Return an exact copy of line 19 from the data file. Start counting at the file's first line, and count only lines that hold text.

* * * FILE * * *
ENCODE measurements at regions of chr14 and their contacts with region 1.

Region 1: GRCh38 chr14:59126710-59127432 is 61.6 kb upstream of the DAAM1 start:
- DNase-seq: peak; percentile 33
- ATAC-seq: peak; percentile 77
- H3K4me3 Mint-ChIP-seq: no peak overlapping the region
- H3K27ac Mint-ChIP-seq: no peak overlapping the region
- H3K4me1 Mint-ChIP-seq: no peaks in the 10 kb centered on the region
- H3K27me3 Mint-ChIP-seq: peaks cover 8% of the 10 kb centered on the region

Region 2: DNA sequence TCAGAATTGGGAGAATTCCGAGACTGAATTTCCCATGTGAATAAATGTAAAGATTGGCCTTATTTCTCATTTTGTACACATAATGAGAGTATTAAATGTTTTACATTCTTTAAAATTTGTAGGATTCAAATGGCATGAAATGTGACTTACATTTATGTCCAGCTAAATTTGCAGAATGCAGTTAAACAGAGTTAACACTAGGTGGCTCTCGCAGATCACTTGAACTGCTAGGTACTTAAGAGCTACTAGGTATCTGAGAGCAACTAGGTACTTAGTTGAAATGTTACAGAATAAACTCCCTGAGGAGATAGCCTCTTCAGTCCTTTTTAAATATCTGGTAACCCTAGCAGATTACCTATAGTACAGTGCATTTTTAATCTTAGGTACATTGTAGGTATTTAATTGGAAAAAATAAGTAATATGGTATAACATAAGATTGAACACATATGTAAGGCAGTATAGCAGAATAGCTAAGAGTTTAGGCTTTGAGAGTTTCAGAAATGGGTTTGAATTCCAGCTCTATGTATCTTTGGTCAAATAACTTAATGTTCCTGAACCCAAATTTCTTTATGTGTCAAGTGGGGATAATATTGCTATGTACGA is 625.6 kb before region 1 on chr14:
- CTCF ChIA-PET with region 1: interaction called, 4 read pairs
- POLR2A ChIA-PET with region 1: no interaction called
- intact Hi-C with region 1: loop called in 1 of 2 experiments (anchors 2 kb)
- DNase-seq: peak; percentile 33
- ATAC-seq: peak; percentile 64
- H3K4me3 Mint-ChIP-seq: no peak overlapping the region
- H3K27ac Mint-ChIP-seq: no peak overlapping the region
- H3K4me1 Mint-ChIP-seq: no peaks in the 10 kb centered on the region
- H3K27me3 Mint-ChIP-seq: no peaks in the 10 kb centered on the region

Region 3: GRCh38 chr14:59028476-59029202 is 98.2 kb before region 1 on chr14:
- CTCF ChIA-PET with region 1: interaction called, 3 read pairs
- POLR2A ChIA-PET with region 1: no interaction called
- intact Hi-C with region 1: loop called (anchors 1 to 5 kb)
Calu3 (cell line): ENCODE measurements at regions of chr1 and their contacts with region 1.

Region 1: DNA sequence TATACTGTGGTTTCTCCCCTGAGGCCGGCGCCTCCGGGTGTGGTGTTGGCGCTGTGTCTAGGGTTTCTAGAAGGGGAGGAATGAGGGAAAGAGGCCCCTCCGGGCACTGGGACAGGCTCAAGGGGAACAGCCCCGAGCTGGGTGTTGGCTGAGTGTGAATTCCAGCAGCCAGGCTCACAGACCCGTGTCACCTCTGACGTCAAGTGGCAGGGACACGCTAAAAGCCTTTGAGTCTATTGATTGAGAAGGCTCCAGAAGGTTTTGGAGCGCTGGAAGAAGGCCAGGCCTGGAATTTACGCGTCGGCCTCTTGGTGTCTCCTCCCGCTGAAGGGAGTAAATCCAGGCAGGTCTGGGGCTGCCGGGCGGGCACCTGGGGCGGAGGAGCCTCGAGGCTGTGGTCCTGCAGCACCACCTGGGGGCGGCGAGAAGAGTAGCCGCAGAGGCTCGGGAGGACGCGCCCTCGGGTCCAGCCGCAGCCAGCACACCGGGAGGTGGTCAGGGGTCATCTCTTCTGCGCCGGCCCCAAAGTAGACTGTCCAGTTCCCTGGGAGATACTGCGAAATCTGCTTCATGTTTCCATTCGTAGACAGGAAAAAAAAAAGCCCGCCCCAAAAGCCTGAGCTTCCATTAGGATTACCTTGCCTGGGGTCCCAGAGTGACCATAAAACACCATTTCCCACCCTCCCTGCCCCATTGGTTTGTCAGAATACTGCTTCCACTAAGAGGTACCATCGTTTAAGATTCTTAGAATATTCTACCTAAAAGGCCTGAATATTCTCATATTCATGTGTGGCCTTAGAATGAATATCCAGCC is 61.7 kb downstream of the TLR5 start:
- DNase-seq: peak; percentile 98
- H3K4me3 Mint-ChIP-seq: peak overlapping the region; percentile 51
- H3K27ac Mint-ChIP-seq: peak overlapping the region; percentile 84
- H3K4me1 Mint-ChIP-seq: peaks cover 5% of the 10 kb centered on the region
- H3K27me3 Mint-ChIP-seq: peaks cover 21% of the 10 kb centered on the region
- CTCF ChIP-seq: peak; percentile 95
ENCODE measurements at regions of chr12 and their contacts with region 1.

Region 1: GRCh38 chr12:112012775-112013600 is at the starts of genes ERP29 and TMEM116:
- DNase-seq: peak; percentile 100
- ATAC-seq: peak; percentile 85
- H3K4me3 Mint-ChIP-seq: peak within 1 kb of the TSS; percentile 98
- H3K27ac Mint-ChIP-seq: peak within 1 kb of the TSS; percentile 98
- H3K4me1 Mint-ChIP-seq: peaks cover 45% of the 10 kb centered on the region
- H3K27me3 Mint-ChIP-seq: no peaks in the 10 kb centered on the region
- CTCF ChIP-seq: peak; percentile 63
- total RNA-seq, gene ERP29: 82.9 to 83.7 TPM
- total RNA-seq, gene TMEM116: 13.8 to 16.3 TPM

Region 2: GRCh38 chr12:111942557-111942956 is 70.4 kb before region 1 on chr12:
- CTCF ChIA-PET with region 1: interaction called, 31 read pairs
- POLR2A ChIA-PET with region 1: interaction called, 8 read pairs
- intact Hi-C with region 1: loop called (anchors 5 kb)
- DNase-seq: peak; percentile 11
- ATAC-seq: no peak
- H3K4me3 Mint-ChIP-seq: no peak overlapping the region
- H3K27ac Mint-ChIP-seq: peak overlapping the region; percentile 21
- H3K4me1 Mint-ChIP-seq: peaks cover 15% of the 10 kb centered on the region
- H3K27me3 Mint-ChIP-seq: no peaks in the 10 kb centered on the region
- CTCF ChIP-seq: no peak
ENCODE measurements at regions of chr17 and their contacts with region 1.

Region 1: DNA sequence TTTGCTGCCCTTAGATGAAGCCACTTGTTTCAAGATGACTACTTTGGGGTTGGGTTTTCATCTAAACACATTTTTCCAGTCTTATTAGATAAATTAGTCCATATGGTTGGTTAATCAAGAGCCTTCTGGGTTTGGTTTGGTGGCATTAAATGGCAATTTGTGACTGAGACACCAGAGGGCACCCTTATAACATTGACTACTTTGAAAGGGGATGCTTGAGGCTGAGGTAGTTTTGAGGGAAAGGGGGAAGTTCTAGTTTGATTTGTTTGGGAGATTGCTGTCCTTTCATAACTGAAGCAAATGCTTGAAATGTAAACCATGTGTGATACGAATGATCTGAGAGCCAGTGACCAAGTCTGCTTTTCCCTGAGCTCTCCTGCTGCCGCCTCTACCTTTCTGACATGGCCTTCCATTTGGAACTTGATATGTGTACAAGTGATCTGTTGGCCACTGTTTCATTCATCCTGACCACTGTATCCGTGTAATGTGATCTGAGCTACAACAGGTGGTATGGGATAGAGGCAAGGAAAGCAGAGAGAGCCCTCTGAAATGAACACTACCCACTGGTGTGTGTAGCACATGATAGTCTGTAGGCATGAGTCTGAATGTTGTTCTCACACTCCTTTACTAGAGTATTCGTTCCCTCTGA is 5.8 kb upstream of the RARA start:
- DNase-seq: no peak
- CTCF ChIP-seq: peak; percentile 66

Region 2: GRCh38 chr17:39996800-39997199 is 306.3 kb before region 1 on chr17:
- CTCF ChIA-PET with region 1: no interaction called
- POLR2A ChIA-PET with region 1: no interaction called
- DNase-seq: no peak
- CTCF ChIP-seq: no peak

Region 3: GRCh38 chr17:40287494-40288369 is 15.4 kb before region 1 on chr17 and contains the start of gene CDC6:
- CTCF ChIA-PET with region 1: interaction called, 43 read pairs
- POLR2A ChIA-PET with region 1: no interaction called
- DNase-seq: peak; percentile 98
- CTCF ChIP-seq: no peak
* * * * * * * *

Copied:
Region 3: GRCh38 chr14:59028476-59029202 is 98.2 kb before region 1 on chr14: